Thursday, 18 February 2010

The Folk Revival, Revival.

The 1960s saw an unprecedented revival in folk music in the United States, fueled by student culture coming to grips with difficult social issues they felt strongly about.  The discovery of music by American folk musicians such as Woody Guthrie & Pete Seeger, who's politically charged songs resinated as much if not more in the 1960s as they had in the 1930s.  The 60s saw the Folk become intertwined with the Civil Rights Movement and the Anti Vietnam protests.  Tom Paxton, Pete Seeger & Peter, Paul & Mary, Joan Baez & Bob Dylan (pictured left) , and countless others began work on a body of songs that have stood the test of time, discussing the difficult topics of race, social strife and nuclear war.

As the 60s slid into the 70s this revival of the Folk mutated into Folk Rock with bands like The Byrds and Crosby, Stills, Nash & Young (pictured right.) blending Folk melody and vocal harmonies with Rock's electric guitars and drums.  By the mid 70s this Folk Rock sound had become a comercialised stereotype of it's self with band's like The Eagles working to the Country/Folk Rock formula.  By the end of the 70s the Folk Revival had petered out and returned to the shaddows.

Mirroring the resurgence in Americ, the British Folk scene gained new momentum with the late Davy Graham (pictured left)astounding listeners with his eastern twinged folk arrangements of Traditional & original compositions.  He pioneered the use of the DADGAD guitar tuning.  Opening a whole new avenue to guitarists in the 60s.
Graham along with groups like Pentangle and other solo artists like Bert Jansch & Nick Drake.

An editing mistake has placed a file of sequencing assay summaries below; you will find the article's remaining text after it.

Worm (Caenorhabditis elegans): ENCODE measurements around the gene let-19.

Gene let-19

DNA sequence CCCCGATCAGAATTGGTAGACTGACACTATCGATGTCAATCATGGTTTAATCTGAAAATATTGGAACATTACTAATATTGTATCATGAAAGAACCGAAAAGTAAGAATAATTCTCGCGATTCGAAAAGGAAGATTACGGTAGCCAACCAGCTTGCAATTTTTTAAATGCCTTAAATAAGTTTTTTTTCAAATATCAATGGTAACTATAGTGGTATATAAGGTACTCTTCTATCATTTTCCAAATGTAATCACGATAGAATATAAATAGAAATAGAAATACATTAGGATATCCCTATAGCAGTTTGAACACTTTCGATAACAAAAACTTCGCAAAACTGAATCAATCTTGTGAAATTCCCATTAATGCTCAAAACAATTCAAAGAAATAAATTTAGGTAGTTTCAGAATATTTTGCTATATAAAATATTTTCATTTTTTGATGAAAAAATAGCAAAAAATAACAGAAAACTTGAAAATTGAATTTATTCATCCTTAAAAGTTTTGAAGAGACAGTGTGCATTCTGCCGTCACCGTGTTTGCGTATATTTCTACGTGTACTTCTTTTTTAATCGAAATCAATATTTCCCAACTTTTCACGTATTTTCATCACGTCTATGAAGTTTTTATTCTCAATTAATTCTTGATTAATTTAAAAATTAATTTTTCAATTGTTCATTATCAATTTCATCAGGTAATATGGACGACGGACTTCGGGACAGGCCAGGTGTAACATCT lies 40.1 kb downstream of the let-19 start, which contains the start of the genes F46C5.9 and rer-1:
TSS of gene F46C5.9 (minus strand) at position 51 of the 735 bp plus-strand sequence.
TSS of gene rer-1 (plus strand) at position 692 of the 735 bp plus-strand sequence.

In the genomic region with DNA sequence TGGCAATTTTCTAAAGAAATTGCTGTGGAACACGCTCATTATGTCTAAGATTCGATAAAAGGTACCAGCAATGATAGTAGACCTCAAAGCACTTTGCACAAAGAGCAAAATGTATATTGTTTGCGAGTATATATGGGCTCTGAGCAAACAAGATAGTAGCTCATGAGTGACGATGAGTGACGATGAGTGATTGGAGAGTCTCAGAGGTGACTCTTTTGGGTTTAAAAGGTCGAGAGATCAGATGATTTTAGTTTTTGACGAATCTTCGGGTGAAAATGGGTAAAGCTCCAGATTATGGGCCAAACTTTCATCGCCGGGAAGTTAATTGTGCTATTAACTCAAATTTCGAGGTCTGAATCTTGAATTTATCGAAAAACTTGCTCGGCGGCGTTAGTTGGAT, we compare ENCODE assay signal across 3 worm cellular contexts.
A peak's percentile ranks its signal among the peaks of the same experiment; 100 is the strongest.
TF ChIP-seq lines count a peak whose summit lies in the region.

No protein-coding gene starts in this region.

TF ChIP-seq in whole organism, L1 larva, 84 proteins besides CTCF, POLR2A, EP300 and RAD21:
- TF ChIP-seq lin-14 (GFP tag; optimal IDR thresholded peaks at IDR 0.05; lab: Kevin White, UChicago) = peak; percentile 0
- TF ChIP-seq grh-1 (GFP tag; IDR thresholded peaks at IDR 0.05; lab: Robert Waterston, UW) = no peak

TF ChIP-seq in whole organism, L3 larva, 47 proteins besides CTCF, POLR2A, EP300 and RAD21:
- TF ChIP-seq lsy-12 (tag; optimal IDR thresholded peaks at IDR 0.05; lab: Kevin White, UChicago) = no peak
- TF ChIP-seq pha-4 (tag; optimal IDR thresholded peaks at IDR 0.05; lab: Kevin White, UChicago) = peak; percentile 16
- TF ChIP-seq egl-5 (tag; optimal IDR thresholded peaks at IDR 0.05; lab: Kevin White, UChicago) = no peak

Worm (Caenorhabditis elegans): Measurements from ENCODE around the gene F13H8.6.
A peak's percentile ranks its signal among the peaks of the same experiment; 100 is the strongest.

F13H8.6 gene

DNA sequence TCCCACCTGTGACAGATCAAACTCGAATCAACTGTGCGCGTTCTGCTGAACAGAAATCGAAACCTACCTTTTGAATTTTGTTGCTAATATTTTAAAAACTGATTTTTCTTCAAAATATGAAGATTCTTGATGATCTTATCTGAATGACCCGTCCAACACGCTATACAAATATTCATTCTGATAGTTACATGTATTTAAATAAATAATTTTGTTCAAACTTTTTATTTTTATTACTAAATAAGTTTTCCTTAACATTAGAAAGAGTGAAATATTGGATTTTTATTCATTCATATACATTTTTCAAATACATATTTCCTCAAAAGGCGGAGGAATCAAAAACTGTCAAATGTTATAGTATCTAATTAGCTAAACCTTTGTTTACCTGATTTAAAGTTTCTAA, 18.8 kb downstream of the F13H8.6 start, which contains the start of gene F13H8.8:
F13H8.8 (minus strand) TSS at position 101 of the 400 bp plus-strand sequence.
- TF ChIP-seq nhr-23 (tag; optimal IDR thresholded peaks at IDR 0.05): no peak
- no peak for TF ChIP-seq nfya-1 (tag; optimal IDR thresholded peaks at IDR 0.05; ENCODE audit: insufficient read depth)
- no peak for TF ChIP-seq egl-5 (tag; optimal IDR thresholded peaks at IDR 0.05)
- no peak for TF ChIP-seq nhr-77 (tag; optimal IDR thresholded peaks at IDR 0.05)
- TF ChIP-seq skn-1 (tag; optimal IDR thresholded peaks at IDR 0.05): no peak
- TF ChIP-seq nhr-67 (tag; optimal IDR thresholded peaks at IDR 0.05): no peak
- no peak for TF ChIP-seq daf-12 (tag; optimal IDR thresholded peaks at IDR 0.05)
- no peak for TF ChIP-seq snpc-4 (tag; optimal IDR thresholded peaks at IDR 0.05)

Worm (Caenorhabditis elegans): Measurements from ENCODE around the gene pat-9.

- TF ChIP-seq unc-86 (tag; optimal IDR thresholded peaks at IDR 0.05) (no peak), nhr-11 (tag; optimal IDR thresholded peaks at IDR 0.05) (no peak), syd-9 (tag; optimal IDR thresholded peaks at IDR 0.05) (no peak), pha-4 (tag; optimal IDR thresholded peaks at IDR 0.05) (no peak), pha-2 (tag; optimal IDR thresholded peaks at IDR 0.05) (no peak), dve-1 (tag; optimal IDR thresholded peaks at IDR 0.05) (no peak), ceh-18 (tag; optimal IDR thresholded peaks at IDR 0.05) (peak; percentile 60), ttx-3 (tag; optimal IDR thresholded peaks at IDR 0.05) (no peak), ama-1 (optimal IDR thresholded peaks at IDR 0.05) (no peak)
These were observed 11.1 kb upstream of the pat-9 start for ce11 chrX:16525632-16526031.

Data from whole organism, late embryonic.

But whereas in America Folk music just sat on the back burner, with hundreds of dedicated Radioshows, Folk slipped from the mainstream in England.  However it's back. The London 'Nu-Folk' scene has spawned a whole slew of Bands that have risen to prominence including Noah & The Whale, Laura Marling (below),

Mumford & Sons, Emmy the Great, Alessi's Ark & Johnny Flynn and the Sussex Wit to name afew.  Noah & The Whale's 2005 debut album charted at #5 in the UK, While the Mumford & Son's (pictured below) debut charted at #7.  But the charts mearly indicate the trend, the music of this Folk Revival - Revial has been critically acclaimed.  Laura Marling was recently described as 'a female Bob Dylan' - praise doesn't get much higher than that for a songwriter.

I find it interesting to note the influences of these bands.  While London bands like Mumford & Son's draw heavily from American roots music other bands like The Unthanks, from Northumberland, draw from traditional English folk music. I think this resurgence in popularity for this kind of music is great and the diversity of the music being produced is inspiring.

Folk music is dead.  Long live folk music.

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